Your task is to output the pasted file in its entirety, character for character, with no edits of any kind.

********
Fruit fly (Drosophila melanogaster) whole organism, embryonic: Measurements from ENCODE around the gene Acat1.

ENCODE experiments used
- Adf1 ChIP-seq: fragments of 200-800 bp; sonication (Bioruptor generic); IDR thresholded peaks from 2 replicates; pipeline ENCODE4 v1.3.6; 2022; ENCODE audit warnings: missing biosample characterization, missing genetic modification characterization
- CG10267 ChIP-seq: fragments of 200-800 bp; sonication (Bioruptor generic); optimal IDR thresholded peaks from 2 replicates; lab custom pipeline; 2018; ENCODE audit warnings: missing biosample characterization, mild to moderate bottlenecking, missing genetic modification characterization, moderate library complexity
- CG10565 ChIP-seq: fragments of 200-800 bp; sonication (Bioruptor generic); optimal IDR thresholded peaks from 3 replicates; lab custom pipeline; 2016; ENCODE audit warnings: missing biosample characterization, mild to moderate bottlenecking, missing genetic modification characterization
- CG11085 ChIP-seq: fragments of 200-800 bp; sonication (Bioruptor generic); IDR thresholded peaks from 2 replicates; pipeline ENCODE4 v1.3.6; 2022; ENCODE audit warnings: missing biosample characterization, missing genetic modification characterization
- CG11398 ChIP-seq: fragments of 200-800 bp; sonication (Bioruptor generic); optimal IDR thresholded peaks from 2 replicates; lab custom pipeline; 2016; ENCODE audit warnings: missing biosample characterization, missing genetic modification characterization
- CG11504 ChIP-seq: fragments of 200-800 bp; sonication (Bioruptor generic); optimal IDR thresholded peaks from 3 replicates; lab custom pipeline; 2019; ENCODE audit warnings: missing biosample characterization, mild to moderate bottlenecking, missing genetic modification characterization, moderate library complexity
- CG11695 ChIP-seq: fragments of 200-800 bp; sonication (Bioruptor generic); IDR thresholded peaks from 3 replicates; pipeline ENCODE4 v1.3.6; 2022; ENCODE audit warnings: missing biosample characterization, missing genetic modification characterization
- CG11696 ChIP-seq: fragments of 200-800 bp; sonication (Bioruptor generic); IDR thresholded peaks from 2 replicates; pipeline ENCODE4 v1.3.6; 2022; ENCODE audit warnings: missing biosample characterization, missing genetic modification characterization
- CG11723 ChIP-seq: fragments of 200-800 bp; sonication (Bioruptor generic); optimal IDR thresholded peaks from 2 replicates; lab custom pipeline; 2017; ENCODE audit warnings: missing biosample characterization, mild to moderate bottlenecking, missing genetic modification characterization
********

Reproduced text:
Fruit fly (Drosophila melanogaster) whole organism, embryonic: Measurements from ENCODE around the gene Acat1.

ENCODE experiments used
- Adf1 ChIP-seq: fragments of 200-800 bp; sonication (Bioruptor generic); IDR thresholded peaks from 2 replicates; pipeline ENCODE4 v1.3.6; 2022; ENCODE audit warnings: missing biosample characterization, missing genetic modification characterization
- CG10267 ChIP-seq: fragments of 200-800 bp; sonication (Bioruptor generic); optimal IDR thresholded peaks from 2 replicates; lab custom pipeline; 2018; ENCODE audit warnings: missing biosample characterization, mild to moderate bottlenecking, missing genetic modification characterization, moderate library complexity
- CG10565 ChIP-seq: fragments of 200-800 bp; sonication (Bioruptor generic); optimal IDR thresholded peaks from 3 replicates; lab custom pipeline; 2016; ENCODE audit warnings: missing biosample characterization, mild to moderate bottlenecking, missing genetic modification characterization
- CG11085 ChIP-seq: fragments of 200-800 bp; sonication (Bioruptor generic); IDR thresholded peaks from 2 replicates; pipeline ENCODE4 v1.3.6; 2022; ENCODE audit warnings: missing biosample characterization, missing genetic modification characterization
- CG11398 ChIP-seq: fragments of 200-800 bp; sonication (Bioruptor generic); optimal IDR thresholded peaks from 2 replicates; lab custom pipeline; 2016; ENCODE audit warnings: missing biosample characterization, missing genetic modification characterization
- CG11504 ChIP-seq: fragments of 200-800 bp; sonication (Bioruptor generic); optimal IDR thresholded peaks from 3 replicates; lab custom pipeline; 2019; ENCODE audit warnings: missing biosample characterization, mild to moderate bottlenecking, missing genetic modification characterization, moderate library complexity
- CG11695 ChIP-seq: fragments of 200-800 bp; sonication (Bioruptor generic); IDR thresholded peaks from 3 replicates; pipeline ENCODE4 v1.3.6; 2022; ENCODE audit warnings: missing biosample characterization, missing genetic modification characterization
- CG11696 ChIP-seq: fragments of 200-800 bp; sonication (Bioruptor generic); IDR thresholded peaks from 2 replicates; pipeline ENCODE4 v1.3.6; 2022; ENCODE audit warnings: missing biosample characterization, missing genetic modification characterization
- CG11723 ChIP-seq: fragments of 200-800 bp; sonication (Bioruptor generic); optimal IDR thresholded peaks from 2 replicates; lab custom pipeline; 2017; ENCODE audit warnings: missing biosample characterization, mild to moderate bottlenecking, missing genetic modification characterization